By Staff Reports
Friday, February 08, 2013
2/08/13 at 2:56 AM
Rudisill Library to host 2 black history speakers
Two authors will speak this month as part of the Tulsa City-County Library's observance of Black History Month.
Carlotta Walls LaNier will speak from 10 a.m. to 2 p.m. Saturday about her experience as the youngest of the Little Rock Nine, the first group of black students to integrate their high school in the Arkansas capital. Her story is recounted in her book "A Mighty Long Way: My Journey to Justice at Little Rock Central High School."
Sharon Ewell Foster will talk from 6:30 to 8:30 p.m. Feb. 21 about her book "The Resurrection of Nat Turner," a fictionalized account of the real-life Turner, a slave who led an armed rebellion in Virginia in 1831.
Both events will be held at the Rudisill Regional Library, 1520 N. Hartford Ave.
For more information on these events and others at local library branches, go online to tulsaworld.com/library
SARA PLUMMER World Staff Writer
Kohl's accepting nominees for volunteer awards
Kohl's Cares is accepting nominations through March 15 for outstanding young volunteers ages 6 to 18 to win Kohl's Cares scholarships.
The program will award more than $425,000 in scholarships and prizes this year to more than 2,300 young volunteers who have made a positive impact on their communities.
Ten national winners will be awarded a total of $10,000 in scholarships for post-secondary education, and Kohl's will donate $1,000 to a nonprofit organization on behalf of each national winner.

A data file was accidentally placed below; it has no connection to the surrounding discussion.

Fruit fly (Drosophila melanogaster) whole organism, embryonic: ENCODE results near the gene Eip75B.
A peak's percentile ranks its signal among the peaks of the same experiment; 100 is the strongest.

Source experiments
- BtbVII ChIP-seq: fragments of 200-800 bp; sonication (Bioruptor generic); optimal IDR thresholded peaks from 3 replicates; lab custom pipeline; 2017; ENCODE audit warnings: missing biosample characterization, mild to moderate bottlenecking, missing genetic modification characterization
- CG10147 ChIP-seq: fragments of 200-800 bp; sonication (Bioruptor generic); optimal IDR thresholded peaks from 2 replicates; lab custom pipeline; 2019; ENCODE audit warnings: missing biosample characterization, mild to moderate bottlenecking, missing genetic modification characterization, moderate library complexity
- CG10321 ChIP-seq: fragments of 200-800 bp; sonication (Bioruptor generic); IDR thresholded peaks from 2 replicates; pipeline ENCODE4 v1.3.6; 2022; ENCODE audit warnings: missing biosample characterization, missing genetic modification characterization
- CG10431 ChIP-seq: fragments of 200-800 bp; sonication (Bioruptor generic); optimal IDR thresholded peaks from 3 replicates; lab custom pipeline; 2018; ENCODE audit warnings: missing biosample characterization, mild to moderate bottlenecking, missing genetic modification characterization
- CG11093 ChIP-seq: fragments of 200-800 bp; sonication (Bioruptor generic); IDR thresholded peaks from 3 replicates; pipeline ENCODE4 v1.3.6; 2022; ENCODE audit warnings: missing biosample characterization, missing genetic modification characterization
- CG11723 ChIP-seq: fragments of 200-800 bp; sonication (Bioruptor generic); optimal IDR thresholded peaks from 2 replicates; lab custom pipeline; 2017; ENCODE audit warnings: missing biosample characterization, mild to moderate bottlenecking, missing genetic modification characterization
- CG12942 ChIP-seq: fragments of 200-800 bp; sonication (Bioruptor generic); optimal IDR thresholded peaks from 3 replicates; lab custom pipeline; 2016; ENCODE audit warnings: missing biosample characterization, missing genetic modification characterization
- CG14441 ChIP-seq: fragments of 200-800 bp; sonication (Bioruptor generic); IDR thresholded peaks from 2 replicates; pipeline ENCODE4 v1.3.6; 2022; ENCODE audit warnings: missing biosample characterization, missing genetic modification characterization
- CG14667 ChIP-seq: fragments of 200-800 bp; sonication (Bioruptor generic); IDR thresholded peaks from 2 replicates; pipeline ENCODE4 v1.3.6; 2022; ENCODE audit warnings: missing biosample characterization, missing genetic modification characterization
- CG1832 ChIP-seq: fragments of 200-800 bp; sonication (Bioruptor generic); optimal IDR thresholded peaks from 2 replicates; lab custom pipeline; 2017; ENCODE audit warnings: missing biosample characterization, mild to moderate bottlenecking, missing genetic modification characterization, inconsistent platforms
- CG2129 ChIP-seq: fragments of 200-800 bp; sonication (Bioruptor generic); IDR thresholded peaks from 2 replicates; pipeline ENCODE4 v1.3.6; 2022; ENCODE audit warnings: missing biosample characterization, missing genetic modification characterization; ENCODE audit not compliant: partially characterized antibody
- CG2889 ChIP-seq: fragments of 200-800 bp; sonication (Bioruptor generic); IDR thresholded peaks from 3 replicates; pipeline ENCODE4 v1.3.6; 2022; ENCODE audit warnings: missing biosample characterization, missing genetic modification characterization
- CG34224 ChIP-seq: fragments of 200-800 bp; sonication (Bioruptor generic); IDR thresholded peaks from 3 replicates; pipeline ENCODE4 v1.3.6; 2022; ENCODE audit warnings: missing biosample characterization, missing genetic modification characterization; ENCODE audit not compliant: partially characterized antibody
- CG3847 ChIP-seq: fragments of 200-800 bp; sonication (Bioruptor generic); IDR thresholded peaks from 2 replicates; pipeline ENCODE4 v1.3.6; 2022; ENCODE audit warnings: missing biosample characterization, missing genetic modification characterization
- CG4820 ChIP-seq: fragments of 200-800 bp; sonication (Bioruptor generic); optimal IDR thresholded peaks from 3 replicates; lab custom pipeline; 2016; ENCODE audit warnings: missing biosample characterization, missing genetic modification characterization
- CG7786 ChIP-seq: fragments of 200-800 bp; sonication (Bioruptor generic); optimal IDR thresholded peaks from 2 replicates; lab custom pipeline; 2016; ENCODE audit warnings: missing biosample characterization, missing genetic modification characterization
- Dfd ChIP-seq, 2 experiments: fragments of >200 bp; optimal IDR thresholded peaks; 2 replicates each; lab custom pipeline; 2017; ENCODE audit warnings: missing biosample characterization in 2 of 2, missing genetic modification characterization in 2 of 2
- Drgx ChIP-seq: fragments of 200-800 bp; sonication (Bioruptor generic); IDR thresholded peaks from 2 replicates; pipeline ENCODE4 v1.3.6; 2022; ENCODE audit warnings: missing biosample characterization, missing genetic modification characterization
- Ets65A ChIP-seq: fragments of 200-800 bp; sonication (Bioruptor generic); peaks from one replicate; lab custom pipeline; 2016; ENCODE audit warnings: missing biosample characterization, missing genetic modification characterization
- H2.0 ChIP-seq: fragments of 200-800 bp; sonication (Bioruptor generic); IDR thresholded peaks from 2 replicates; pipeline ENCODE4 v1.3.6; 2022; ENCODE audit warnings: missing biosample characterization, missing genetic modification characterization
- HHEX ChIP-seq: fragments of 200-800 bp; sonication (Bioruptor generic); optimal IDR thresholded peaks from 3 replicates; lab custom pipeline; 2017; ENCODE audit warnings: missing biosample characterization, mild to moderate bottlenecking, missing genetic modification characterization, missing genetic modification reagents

Nominators must be 21 or older. To nominate a young volunteer, go online to tulsaworld.com/kohlscares
- from staff reports
School for blind planning Braille competition
MUSKOGEE - The Oklahoma School for the Blind is inviting blind or visually impaired students ages 6 to 19 statewide to sign up to compete in its Oklahoma Regional Braille Challenge on March 1.
The competition will be held at the school, 3300 Gibson St. in Muskogee.
The Braille Challenge is a national program of the Braille Institute of America and the only national academic competition for blind students in the U.S.
Participants will compete in five categories requiring them to transcribe, type and read Braille using a device called a Perkins Brailler.
Each category tests Braille skills in several areas, including reading comprehension, spelling, chart and graph reading, proofreading, and speed and accuracy.
Students from the U.S. and Canada are competing in preliminary testing this winter in hopes of qualifying for the 60 spots available in the national competition slated for June at the Braille Institute's headquarters in Los Angeles.
To register for the competition, go online to tulsaworld.com/braillechallenge
- KIM ARCHER, World Staff Writer